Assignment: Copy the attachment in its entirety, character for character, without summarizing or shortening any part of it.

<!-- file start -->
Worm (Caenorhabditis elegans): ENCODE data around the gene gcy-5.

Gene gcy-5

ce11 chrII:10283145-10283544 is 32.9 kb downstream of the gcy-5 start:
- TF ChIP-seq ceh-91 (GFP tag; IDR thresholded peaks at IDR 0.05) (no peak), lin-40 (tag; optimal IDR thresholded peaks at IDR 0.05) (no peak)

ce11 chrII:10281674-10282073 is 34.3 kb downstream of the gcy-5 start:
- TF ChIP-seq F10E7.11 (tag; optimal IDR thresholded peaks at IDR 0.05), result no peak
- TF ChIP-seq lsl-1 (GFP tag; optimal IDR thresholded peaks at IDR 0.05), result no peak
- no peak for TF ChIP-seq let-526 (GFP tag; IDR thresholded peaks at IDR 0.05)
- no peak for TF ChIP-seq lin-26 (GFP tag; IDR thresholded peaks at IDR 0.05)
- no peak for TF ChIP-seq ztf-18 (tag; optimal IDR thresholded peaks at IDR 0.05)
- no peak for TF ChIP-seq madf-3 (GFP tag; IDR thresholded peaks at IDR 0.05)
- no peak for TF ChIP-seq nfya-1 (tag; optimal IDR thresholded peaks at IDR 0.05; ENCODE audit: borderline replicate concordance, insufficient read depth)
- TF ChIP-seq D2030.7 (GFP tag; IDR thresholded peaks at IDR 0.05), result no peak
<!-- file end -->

Worm (Caenorhabditis elegans): ENCODE data around the gene gcy-5.

Gene gcy-5

ce11 chrII:10283145-10283544 is 32.9 kb downstream of the gcy-5 start:
- TF ChIP-seq ceh-91 (GFP tag; IDR thresholded peaks at IDR 0.05) (no peak), lin-40 (tag; optimal IDR thresholded peaks at IDR 0.05) (no peak)

ce11 chrII:10281674-10282073 is 34.3 kb downstream of the gcy-5 start:
- TF ChIP-seq F10E7.11 (tag; optimal IDR thresholded peaks at IDR 0.05), result no peak
- TF ChIP-seq lsl-1 (GFP tag; optimal IDR thresholded peaks at IDR 0.05), result no peak
- no peak for TF ChIP-seq let-526 (GFP tag; IDR thresholded peaks at IDR 0.05)
- no peak for TF ChIP-seq lin-26 (GFP tag; IDR thresholded peaks at IDR 0.05)
- no peak for TF ChIP-seq ztf-18 (tag; optimal IDR thresholded peaks at IDR 0.05)
- no peak for TF ChIP-seq madf-3 (GFP tag; IDR thresholded peaks at IDR 0.05)
- no peak for TF ChIP-seq nfya-1 (tag; optimal IDR thresholded peaks at IDR 0.05; ENCODE audit: borderline replicate concordance, insufficient read depth)
- TF ChIP-seq D2030.7 (GFP tag; IDR thresholded peaks at IDR 0.05), result no peak